Main Outcomes and Measures  Outcomes included ASD symptoms, cognitive abilities, and adaptive skills. Diagnosis (ASD or no ASD) was given at 36-month outcome. The no-ASD group was classified as atypical (developmental delays and/or social-communication concerns) or typical for some analyses. Generalized linear mixed models examined developmental trajectories by ASD outcome and familial-risk group.

Results  In the 435 analyzed participants (age range at outcome, 32-43 months; 246 male [57%]), 355 (82%) were from single-incidence families (1 sibling with ASD and ≥1 sibling without ASD) and 80 (18%) were from multiplex families (≥2 siblings with ASD). There were no significant group differences in major demographics. Children from multiplex families were more likely than those from single-incidence families to be classified as having ASD (29 of 80 [36%] vs 57 of 355 [16%]; 95% CI, 9%-31%; P < .001) and less likely as typical (26 of 80 [33%] vs 201 of 355 [57%]; 95% CI, −36% to −13%; P < .001), with similar rates of atypical classifications (25 of 80 [31%] vs 97 of 355 [27%]; 95% CI, −7% to 15%; P = .49). There were no differences in ASD symptoms between multiplex and single-incidence groups after controlling for ASD outcome (95% CI, −0.02 to 0.20; P = .18). During infancy, differences in cognitive and adaptive abilities were observed based on ASD outcome in the single-incidence group only. At 36 months, the multiplex/no-ASD group had lower cognitive abilities than the single-incidence/no-ASD group (95% CI, −11.89 to −2.20; P = .02), and the multiplex group had lower adaptive abilities than individuals in the single-incidence group after controlling for ASD outcome (95% CI, −9.01 to −1.48; P = .02).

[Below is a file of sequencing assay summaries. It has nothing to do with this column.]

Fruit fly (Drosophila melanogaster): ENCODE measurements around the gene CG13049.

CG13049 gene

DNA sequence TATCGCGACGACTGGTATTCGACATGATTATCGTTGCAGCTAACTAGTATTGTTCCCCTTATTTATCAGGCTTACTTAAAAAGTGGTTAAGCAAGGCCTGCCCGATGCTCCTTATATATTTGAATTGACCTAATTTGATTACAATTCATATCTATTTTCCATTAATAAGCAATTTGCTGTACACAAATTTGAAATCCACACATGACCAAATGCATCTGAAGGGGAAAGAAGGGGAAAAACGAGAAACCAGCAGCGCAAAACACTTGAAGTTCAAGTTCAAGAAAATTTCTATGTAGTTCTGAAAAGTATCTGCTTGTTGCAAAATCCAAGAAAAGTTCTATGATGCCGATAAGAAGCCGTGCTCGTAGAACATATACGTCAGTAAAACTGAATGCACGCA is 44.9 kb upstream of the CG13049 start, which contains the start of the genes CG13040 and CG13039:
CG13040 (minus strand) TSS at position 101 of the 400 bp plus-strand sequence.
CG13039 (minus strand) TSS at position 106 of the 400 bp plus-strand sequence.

Conclusions and Relevance  Infants with a multiplex family history of ASD should be monitored early and often and referred for early intervention at the first sign of concern. Direct examination of genetic contributions to neurodevelopmental phenotypes in infants with familial risk for ASD is needed.